Doc leaned over the patient’s chest and listened.

“Reckon he’s alive, Doc?”

“Barely alive.” Doc sighed. “He’s the Widow Houston’s boy, isn’t he? What in tarnation happened?”

“Thunder spooked our cattle and they started in to stampedin’.” Red was still breathing heavily from his ride. “Sonny lit out after ‘em a’fore we could stop ‘im. Then a lightnin’ flash spooked the herd agin and they turned right into Sonny, poor devil. Can you fix ‘im up, Doc?”

“Can’t rightly tell, yet.” Doc glanced up from his examination. “Go fetch the Widow.”

After Red left, Doc worked by the light of oil lamps, untying the ropes, stripping off interfering clothing, and cleaning the wounds. He kept checking to ensure the young man still breathed and had a heartbeat. So many bones had been broken in the stampede, Doc knew he’d have to amputate three limbs. Only the patient’s head, torso, and right arm remained uncrushed.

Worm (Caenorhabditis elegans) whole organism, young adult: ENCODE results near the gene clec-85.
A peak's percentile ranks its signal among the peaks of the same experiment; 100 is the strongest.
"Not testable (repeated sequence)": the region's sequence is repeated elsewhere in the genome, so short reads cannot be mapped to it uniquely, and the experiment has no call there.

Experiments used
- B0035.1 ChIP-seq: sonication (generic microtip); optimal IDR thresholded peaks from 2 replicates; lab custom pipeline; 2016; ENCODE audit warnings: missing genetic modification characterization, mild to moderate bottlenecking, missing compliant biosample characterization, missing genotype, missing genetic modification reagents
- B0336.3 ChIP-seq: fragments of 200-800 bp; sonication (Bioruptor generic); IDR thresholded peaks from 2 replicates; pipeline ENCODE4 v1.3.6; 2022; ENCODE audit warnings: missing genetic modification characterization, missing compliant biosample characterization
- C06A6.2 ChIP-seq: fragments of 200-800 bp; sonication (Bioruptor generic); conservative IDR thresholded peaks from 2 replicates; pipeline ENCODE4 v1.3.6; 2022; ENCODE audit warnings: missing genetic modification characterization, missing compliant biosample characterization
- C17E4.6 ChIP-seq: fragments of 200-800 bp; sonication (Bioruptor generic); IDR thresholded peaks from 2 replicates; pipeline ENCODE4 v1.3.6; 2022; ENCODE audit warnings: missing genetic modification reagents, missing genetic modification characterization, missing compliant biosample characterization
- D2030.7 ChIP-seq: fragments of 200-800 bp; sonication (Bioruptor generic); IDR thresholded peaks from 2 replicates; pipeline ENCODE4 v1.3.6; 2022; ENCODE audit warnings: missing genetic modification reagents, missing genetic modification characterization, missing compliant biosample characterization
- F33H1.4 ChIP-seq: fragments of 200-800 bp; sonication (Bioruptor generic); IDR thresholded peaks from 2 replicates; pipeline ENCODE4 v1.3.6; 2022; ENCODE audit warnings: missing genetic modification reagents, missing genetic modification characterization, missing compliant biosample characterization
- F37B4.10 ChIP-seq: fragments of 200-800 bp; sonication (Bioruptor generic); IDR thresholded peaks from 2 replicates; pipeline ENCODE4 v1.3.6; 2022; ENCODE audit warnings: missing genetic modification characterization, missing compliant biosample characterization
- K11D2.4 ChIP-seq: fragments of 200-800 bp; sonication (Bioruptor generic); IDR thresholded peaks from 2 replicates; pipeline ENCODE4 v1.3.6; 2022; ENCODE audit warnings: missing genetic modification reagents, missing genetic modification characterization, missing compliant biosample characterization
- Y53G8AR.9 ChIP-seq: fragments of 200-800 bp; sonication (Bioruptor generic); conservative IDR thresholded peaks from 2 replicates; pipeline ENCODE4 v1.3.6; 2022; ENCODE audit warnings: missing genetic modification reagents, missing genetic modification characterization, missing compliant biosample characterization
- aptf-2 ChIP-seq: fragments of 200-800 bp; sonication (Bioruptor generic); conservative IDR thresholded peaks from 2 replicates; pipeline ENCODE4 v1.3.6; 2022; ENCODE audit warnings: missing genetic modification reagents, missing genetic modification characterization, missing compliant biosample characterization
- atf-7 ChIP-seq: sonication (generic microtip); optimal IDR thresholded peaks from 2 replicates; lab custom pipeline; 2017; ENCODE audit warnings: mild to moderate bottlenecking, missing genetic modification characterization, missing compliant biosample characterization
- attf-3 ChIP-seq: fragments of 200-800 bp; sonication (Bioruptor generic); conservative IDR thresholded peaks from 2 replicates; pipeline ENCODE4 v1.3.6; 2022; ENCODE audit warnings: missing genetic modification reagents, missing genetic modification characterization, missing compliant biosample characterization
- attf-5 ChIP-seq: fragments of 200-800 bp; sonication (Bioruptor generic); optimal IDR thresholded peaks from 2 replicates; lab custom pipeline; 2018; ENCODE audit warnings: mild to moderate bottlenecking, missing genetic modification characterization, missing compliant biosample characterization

“Sonny, you messed yourself up something awful,” Doc murmured, pausing to wipe his brow. He sighed and gazed out the window. The earlier storm had passed and now the moon bathed Cheyenne with a dim, silver light.

He glanced over at his workbench with its pile of papers showing drawings of pistons, crankshafts, flywheels, and boilers. Should Sonny be the one, the very first to get it?

“Looks like this stump has started in to healing, too,” Doc said as he peered at the knob where Sonny’s left arm had been. Doc sat in a chair next to the straw-filled mattress on which Sonny lay sleeping.